Why Doesn't UCLA Book Better Concerts?
Tyga performing at UCLA last year
Photo credit: Andy Tran
For years now, UCLA students have been complaining about their on-campus concerts.
After all, tuition is an arm and a leg, and a portion of student fees — totaling about $150,000 each year — go toward speaking events, film screenings, and shows.
So you'd think they'd be able to get some big names. And they have, from time to time, including Macklemore, LMFAO, and Kendrick Lamar. And they also get big names for concerts that are open to the public.
But, generally, the shows for students, which are put on by the student-run Campus Events Commission, tend to be underwhelming.
Critically-respected acts, to be sure, but none of them have broken out into the mainstream in a big way.
Keep in mind that, in the same spring term, UC Davis hosted Phoenix, The Postal Service, Vampire Weekend, Porter Robinson, Wolfgang Gartner, and Wilco’s Jeff Tweedy. These are main-stage-at-Coachella caliber acts.
In May, the small Pitzer College in Claremont celebrated its 50th anniversary to the tunes of Earth, Wind & Fire, while UCSD was having its annual Sun God festival featuring artists including Diplo, Young the Giant, Juicy J, and New Politics.
So what gives?
Jessica Kim, the former Campus Events Commission commissioner, blames it on a lack of big, viable performance spaces. “Our main venues are Kerckhoff Grand Salon, which has a capacity of about 100, and Ackerman Grand Ballroom, which can hold about 1500 students,” she says. Considering UCLA has 28,000 undergrads, that isn't going to cut it.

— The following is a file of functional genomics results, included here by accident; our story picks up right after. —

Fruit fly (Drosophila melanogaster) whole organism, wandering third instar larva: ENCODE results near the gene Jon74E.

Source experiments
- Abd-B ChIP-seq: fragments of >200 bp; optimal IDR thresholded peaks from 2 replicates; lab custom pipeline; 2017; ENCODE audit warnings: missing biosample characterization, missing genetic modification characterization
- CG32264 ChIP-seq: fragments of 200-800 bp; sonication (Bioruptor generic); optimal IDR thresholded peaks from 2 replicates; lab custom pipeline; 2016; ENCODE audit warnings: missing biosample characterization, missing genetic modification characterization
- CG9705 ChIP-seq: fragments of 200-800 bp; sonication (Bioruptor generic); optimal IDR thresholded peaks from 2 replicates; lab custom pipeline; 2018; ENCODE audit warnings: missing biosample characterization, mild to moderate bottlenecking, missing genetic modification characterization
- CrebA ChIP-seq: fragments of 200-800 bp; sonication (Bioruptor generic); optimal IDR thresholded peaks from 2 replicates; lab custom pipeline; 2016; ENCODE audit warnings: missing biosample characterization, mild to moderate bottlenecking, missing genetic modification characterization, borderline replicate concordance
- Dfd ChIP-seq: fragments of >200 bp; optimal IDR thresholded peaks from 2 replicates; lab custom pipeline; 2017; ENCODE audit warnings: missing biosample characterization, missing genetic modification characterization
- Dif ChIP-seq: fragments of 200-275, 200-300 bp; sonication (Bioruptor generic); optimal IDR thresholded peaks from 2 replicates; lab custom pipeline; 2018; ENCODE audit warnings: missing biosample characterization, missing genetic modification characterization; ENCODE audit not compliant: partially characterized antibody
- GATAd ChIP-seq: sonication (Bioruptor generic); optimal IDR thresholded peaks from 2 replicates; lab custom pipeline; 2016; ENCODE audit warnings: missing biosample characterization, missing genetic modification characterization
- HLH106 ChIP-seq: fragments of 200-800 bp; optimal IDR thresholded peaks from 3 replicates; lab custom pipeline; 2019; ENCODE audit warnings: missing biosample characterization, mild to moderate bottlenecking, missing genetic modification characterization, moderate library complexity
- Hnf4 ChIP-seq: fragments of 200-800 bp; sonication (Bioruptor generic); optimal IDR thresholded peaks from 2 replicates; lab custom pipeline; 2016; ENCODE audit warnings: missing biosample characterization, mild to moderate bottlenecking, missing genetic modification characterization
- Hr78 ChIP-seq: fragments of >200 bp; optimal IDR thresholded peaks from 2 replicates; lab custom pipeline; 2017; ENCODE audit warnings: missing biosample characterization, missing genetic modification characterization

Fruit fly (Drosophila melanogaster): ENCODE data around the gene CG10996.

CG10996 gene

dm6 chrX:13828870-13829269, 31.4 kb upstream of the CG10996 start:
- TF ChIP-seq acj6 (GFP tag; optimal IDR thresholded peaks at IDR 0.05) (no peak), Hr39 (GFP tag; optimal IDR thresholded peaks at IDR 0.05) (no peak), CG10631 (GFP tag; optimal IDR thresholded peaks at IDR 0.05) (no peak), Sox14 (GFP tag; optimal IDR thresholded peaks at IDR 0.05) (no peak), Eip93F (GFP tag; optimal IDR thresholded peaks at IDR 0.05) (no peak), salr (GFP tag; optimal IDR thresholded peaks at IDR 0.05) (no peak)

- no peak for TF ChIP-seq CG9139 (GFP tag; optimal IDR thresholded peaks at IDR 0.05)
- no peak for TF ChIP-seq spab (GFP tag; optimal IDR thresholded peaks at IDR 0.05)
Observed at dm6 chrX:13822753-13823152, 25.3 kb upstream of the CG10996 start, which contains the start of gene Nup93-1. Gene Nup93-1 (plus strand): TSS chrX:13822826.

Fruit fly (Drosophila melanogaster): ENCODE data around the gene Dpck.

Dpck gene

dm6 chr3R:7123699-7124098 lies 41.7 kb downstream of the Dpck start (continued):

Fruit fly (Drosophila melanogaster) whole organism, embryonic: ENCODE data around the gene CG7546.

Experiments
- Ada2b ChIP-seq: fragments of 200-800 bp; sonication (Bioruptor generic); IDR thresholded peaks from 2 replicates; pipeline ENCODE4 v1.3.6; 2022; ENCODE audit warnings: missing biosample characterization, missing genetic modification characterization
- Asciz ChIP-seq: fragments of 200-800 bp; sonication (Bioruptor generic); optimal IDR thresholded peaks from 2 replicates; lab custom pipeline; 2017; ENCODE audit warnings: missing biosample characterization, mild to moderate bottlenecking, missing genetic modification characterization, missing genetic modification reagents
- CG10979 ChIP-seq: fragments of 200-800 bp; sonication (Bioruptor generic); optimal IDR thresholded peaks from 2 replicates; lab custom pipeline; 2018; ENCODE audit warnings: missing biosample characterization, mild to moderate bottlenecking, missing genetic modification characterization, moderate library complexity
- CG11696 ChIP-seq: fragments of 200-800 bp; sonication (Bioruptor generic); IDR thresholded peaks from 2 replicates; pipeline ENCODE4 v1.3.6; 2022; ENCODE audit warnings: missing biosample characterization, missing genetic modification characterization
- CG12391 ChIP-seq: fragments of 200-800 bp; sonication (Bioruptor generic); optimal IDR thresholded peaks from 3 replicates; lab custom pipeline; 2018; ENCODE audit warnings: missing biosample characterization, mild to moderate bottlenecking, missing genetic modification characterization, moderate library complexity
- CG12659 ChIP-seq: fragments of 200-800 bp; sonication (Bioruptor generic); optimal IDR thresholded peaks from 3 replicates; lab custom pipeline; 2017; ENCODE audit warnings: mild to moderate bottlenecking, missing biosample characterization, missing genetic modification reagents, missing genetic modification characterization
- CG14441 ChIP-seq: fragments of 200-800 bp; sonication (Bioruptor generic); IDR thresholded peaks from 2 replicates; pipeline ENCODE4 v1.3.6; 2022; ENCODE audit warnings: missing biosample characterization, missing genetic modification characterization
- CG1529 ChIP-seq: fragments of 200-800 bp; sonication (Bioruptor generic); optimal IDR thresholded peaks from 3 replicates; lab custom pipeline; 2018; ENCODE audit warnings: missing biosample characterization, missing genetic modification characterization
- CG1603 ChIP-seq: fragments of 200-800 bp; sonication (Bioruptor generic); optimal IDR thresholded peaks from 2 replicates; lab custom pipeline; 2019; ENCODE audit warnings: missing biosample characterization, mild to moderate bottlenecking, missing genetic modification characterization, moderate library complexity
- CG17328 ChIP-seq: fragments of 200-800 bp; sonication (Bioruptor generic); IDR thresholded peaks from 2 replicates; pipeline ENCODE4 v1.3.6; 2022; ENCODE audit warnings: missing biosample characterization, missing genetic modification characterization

Sure, the larger Royce Hall and Pauley Pavilion are also options, but Royce rents for about $15,000 and Pauley for up to $80,000 or more, which starts to make bringing in big acts for a free show prohibitively expensive.
Of course, if you simply charged students a nominal entry fee — as is done at plenty of other schools — that could help defray the cost.
The problem with that, says Ken Heller, former Campus Events Commission faculty advisor, is that when an event is ticketed, artists charge more than for a free event. And because there's a higher incentive to sneak in, ticketed events also need extra security.
But these roadblocks don't stop for-profit promoters from hosting big shows in L.A., right? Unfortunately, L.A.'s status as a major market for big shows actually hurts the school.
What's known as a “60 day, 60 mile” clause is often included in artists’ contracts with venues, says Heller. The idea is that promoters want to make sure the artist doesn't play too close, too soon, so as not to draw business away from their event.
When the concert is only open to students, and free, the 60/60 rule generally doesn't apply. Unfortunately, for the reasons mentioned above, this limits the sizes of the shows.
It's a sort of catch-22.
There may be some changes in store, however. Because of a campus referendum passed last year mandating a $4 per year tuition fee increase per student, the school's fall concert, Bruin Bash, has more money to draw from.
This went into effect last fall, and the first show tapping this new funding source wasn't a smashing success — the headliner was Tyga. But we'll see what happens as the event gets increasingly well-organized.
For UCLA music fans, hope springs eternal.
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